Thurso is a fascinating little town.
W is from Thurso – the Northernmost town of mainland Scotland. I actually challenge you to check on Google Maps where it is. Nah, nevermind, I’ll just add a link here.
I cannot get enough of these views, their majestic rawness, their almost inexplicable beauty. Brace yourselves – there will be plenty of adjectives in this post. There is something to the smell of the sea in the air, the distant yet distinguishable Orkney silhouette in the horizon, the wild grey sea and the overarching grey sky.
Every time I walk out to the street from our friend’s place and get a view to the sea, I feel a sense of relief. I could live for these landscapes – maybe that’s why people stay here, or come back. Quite a few of W’s friends who left to big cities for university, eventually came back. Quite genuinely – I can understand why. How do you get used to not seeing this every day? Do you not feel completely suffocated in a land lock city?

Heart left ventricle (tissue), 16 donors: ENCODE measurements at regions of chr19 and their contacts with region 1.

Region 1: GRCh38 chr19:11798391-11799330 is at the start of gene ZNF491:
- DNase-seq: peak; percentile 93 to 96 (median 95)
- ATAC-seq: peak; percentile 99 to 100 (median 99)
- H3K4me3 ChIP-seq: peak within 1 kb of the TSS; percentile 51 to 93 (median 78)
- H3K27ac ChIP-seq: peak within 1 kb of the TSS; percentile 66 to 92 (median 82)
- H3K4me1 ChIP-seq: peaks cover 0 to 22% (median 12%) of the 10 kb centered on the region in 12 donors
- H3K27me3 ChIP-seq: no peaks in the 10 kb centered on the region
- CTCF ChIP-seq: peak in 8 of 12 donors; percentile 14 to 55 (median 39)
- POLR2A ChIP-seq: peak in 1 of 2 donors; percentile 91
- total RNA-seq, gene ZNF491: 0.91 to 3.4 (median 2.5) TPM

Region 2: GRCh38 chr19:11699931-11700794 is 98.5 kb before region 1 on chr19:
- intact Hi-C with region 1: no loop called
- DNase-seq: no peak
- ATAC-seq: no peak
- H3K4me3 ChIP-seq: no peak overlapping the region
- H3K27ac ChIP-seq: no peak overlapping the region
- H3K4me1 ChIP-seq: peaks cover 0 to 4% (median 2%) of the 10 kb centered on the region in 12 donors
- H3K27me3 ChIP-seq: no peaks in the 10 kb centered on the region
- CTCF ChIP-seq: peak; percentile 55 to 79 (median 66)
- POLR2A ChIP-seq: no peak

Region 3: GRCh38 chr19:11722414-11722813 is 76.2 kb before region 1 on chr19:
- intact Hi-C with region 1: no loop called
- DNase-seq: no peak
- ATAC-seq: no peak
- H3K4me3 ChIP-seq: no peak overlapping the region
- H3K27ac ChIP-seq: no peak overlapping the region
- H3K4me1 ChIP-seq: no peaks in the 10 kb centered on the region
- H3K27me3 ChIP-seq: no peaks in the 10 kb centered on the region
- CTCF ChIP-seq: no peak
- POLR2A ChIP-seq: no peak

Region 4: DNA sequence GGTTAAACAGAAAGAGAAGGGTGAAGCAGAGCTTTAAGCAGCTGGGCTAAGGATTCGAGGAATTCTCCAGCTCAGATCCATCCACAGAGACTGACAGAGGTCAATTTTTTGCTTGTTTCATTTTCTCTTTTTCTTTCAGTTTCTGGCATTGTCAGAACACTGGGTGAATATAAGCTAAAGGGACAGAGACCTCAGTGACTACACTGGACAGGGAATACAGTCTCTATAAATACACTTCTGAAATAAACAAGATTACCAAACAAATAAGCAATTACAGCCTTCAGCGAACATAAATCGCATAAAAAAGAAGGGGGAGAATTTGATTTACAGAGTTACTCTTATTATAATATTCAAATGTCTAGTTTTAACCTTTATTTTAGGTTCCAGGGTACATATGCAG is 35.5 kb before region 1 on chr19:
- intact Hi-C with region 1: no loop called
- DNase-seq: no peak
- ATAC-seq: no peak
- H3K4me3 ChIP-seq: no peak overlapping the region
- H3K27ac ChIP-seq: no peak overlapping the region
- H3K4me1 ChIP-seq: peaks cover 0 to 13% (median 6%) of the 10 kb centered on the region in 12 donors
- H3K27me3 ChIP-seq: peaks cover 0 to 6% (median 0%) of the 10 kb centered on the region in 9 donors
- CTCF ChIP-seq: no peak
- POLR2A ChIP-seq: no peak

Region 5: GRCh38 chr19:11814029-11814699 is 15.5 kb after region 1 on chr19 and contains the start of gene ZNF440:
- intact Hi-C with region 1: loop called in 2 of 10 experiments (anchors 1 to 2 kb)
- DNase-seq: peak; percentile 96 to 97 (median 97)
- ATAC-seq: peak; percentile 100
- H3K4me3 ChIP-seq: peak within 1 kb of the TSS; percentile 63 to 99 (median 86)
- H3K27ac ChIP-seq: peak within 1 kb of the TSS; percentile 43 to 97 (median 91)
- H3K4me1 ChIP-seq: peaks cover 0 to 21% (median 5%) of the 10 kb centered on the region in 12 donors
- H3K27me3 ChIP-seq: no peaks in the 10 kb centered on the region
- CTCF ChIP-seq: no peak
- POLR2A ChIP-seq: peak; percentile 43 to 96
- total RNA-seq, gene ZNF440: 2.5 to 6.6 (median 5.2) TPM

When we go for a walk closer to the shore, where the river meets the sea, it’s hard to tell exactly where the sky begins and the water ends.
I’m not gonna lie to you, there isn’t much to do or see in the traditional sense of touristic activities. But that’s sort of the beauty of it: you walk at the beach, you stare in the distance and breathe in the salty air, you have a pint or ten in the pub. You go home. Rinse and repeat. You can go to the movies though. And to the only night club in town. (they’ve got a wikkid website, too) There are also quite a few standing stones you can visit.
I have a sense for rugged aesthetics. I choose a winter holiday in northern Scotland over a beach holiday in Southeast-Asia any day. At face value, Thurso is this grey, grim looking windy town made of sandstone. But somehow, there is just so much more to it. Probably the best people I know come from Thurso. I often wonder, if the nature and our surroundings shape our characters.